A true friend is someone that you can always count on. They will have earned your trust over time, and you will know that whatever you share with them will be kept in strict confidence. You can also count on a true friend to keep their promises and do the things they commit to doing.

Not all people are naturally dependable, and some people will struggle more than others to show up when they say they will, but if someone is a true friend, they will prioritize the relationship to the point that other things will rarely stop them from doing whatever it is that they have promised to do.

You will also find that your deepest feelings and concerns are always safe with that friend. You can trust that your friend’s intentions towards you are good, and they will not be looking for ways to do things that would hurt you. They will respect your boundaries and not push you to do anything that you do not wish to do.

3. You can be real with a true friend.

When you have a true friend there will be no need to put your best foot forward on every occasion and you will know that you can truly be yourself with this person. When a friend can join in with you in everyday activities and participate in your daily life without finding such activities mundane or boring, then you will know that you have found something special.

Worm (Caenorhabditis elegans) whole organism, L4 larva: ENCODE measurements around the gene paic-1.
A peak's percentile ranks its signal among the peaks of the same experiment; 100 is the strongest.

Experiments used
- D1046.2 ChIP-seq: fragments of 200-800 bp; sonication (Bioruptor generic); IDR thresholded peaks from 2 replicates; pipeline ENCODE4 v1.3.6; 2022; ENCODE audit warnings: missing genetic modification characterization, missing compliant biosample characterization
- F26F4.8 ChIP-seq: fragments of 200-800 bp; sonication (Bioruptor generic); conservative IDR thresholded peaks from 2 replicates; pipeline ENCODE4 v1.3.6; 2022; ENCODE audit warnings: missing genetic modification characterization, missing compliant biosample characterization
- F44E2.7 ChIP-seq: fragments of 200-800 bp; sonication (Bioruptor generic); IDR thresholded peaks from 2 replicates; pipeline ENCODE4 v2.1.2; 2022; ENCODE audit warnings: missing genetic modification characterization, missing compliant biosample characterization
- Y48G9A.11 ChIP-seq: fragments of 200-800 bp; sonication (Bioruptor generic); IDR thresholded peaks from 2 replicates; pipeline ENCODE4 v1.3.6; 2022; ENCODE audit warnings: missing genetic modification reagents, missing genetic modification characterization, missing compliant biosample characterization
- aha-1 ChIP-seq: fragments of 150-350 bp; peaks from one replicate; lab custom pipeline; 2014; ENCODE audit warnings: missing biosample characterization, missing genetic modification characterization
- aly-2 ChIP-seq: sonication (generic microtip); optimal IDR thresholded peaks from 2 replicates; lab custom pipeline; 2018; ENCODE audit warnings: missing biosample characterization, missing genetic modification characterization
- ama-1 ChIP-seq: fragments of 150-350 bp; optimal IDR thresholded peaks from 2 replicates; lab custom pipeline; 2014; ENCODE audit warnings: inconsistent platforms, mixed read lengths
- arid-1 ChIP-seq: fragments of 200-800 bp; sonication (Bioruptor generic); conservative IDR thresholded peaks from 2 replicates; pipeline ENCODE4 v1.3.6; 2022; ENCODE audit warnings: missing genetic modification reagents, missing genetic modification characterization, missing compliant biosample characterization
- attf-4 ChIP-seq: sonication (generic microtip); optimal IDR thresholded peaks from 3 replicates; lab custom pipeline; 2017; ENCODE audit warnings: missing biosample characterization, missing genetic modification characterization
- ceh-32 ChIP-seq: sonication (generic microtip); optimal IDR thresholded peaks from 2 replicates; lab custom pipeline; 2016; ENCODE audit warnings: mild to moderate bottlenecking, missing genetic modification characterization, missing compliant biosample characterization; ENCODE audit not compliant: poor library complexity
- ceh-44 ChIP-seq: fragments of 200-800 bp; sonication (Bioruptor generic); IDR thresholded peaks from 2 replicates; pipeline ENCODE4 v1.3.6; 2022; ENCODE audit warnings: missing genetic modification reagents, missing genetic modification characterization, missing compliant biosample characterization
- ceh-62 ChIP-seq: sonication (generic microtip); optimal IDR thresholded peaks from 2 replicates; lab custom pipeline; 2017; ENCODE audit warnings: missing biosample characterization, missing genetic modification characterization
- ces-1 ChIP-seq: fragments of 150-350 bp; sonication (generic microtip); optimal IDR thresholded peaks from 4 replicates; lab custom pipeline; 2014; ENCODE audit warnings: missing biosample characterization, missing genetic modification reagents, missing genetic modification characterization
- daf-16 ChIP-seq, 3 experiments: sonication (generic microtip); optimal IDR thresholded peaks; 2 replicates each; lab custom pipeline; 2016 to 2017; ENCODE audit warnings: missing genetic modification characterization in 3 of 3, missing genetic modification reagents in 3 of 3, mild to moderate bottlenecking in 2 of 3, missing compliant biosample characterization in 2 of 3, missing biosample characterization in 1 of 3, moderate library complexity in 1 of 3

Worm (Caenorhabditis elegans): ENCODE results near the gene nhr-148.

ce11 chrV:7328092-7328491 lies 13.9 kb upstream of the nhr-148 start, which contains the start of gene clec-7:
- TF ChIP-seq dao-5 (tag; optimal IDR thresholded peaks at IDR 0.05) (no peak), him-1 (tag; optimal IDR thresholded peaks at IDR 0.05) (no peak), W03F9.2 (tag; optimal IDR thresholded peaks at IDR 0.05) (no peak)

A true friend will find joy and freedom in knowing that they are included in your more personal moments and that they can relax and be who they are around you. True friends will be content spending time in each other’s homes and will become well known to each other’s families.

Some may even begin to feel like they are a part of each other’s families. They will enjoy the freedom of being able to be completely real with each other and not worry about censoring themselves about any topic of conversation. This is because there will be a level of trust that they will be accepted wholly as they are, even if there are areas where you may disagree.

4. A true friend will show their care in practical ways.

While there is room for showing affection for a friend in a variety of ways, whether through gifts, words of affirmation, quality time, and practical help, etc., a true friend will make the effort to show their care in some or other practical way. The true friend will make the time to help in ways that show they understand your needs at the moment.

If you are going through a tough time emotionally then a true friend will be the first to call just to see how you are doing. They are the kind of people who will send an unexpected gift or note of encouragement when you need it.